What happens when you blindly follow the best practice without understanding why? You end up with software that is not optimized for your needs or environment.
This post explores some of the common best practices, why they don’t always work, and what’s a better approach.
Smart versus dumb components
The React community is especially fond of this pattern. The idea is to use “smart” components - which are responsible for handling data and business logic - and “dumb” components, which simply render UI based on input data.
While this pattern often works well, it can also lead to undesirable side effects, like prop drilling if you’re not careful. I’ve seen a project that introduced an insane amount of prop drilling because they wanted to prevent their “dumb” components from tapping into the global state.
With tools like GraphQL,
styled-components, Context API, and custom hooks, the boundaries between smart and dumb components become less relevant.
We can often combine these tools to create self-sufficient components that handle data processing AND render the UI. There’s no need to impose artificial separation.
I prefer treating this pattern as a suggestion rather than a strict rule.
Don’t Repeat Yourself is a software best practice that encourages you to write code once and reuse it as much as possible. The idea is that this will make your code easier to read, maintain and update.
DRY is about solving a specific problem: making it easier to modify your codebase. It’s an important goal, but it’s not the end goal unto itself.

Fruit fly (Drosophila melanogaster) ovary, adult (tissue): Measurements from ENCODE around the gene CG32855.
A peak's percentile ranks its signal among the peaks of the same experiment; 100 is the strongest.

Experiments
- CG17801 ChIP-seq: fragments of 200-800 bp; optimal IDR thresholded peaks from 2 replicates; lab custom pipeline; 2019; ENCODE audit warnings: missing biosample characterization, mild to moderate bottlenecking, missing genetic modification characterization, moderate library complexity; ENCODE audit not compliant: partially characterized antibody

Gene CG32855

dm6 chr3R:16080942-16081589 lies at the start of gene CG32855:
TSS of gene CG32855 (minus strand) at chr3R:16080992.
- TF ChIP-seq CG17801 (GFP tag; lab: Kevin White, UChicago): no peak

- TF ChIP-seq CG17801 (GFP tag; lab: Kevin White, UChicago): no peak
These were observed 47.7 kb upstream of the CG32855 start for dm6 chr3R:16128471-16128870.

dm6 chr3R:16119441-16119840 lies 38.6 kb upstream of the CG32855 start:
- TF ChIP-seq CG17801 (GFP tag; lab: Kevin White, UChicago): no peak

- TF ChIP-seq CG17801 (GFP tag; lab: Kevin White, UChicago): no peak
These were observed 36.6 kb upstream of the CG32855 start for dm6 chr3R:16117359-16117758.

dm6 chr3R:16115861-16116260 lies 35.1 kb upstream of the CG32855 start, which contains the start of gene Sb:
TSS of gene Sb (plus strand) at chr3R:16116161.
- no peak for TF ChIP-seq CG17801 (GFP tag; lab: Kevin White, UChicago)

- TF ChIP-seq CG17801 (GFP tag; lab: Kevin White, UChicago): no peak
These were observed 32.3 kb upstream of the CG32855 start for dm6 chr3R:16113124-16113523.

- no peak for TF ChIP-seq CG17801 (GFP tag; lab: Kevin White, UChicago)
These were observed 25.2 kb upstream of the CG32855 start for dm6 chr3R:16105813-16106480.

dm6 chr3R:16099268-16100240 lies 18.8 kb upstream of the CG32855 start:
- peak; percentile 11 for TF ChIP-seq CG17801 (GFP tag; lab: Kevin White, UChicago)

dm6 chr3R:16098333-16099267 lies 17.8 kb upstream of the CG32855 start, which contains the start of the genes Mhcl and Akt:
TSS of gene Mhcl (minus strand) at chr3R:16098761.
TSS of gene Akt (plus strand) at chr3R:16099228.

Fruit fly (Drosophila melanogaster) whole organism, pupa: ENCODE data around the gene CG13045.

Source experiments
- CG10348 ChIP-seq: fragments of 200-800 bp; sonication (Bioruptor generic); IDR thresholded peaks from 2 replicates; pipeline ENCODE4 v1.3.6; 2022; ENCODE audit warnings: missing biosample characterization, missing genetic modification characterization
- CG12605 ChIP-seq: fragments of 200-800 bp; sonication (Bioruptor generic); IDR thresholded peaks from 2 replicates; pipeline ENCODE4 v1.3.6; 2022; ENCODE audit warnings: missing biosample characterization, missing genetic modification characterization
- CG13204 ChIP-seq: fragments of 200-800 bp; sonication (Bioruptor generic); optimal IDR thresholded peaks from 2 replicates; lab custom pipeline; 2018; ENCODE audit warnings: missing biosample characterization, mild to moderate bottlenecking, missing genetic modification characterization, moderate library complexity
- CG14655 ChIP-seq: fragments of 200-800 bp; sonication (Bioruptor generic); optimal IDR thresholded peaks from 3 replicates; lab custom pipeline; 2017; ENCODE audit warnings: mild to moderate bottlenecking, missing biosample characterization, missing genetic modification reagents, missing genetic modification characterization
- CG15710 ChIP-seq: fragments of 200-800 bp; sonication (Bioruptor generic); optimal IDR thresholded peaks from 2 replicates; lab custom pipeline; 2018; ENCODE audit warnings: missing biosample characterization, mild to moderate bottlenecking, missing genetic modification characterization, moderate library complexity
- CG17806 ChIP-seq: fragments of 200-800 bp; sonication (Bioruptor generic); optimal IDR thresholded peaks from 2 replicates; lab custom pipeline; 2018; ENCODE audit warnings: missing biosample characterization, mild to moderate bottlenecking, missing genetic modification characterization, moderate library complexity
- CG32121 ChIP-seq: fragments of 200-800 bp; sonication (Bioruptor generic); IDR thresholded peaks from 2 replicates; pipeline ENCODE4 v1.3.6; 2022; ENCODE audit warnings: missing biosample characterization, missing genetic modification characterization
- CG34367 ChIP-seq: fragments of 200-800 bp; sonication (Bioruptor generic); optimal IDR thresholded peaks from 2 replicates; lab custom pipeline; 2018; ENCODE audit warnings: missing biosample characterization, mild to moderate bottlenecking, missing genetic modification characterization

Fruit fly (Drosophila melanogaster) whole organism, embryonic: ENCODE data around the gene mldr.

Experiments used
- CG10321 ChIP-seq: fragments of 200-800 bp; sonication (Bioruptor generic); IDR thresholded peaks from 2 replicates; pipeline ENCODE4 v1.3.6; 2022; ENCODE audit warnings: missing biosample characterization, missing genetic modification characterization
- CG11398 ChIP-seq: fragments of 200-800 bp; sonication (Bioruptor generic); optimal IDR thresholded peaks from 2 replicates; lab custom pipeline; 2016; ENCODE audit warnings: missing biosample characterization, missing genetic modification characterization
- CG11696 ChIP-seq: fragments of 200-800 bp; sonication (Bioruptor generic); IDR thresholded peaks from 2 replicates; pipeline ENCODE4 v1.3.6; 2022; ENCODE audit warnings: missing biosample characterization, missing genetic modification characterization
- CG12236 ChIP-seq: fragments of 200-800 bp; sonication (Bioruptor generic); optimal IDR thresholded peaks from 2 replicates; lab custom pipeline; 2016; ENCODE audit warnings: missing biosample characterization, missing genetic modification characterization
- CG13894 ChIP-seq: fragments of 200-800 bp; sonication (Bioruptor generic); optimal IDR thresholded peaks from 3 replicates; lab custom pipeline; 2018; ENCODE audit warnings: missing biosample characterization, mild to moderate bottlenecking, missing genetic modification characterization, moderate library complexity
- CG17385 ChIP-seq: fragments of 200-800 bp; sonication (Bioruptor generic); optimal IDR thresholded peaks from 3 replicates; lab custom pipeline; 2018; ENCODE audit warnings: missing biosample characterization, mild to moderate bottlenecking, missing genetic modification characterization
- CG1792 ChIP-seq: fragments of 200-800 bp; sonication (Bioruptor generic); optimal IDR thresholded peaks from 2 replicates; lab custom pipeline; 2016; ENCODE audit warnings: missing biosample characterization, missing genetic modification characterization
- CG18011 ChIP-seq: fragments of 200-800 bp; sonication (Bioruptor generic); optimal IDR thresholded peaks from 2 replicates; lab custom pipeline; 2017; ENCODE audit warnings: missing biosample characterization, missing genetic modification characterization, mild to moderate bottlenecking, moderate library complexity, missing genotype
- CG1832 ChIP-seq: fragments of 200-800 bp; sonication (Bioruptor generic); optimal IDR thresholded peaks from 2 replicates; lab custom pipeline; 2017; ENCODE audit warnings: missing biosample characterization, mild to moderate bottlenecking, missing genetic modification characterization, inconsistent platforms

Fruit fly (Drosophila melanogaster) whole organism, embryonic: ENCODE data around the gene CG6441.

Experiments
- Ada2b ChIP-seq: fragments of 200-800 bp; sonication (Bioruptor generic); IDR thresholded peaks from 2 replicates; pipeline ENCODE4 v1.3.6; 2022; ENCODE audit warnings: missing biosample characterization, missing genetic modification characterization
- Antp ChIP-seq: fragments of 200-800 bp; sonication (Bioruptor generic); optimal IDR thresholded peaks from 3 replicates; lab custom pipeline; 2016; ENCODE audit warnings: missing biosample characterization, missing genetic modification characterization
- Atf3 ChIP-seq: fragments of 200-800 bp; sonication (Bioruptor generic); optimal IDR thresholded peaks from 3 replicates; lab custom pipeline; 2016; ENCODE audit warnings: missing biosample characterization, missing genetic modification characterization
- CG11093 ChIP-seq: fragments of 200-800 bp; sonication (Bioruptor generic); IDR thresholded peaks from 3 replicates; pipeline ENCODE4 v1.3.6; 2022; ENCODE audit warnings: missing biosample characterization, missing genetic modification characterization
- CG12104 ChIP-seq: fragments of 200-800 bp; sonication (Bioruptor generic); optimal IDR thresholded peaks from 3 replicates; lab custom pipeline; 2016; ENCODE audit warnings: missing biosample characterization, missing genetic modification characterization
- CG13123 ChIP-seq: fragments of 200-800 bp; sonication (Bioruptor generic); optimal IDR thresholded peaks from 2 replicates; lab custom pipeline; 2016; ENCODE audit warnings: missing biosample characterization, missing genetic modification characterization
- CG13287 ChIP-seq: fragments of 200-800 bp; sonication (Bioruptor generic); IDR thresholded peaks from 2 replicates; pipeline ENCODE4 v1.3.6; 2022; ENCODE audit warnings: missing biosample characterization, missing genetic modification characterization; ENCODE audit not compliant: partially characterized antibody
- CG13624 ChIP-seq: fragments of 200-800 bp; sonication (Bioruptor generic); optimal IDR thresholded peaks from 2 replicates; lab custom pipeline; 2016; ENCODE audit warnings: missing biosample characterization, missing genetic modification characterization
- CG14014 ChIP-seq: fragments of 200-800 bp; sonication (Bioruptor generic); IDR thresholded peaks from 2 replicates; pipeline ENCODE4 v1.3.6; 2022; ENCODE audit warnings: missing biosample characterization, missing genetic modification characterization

The real goal should be to write code that is easy to understand and maintain. If you can achieve this without repeating yourself, then great! But don’t feel obligated to follow DRY at all costs.
One of the dangers of prioritizing the DRY principle is that you may be tempted to abstract too soon which often leads to inflexible code. You might unnecessarily impose certain restrictions on the architecture and make it harder to make changes in the future when you want to introduce new requirements.
Don’t rush into abstracting just because your code seems repetitive at first. You should take your time and understand all the pieces of the code and business requirements before you start abstracting. I recommend that you start using abstractions only after you are reasonably sure that the business logic of that piece is solid and the code has gone through at least a few iterations of changes.
People who are in the process of improving their coding skills often attach themselves to the idea of writing “clean” code. It is seen as the holy grail of software development. On paper, clean code is a code that’s written in a way that allows for easy readability and comprehension.
The problem with clean code is that it can cause us to obsess over insignificant details. Code style, linting rules, and other minutiae can take up a lot of time and mental energy. It can lead you to focus on these details instead of high-level software design and architecture.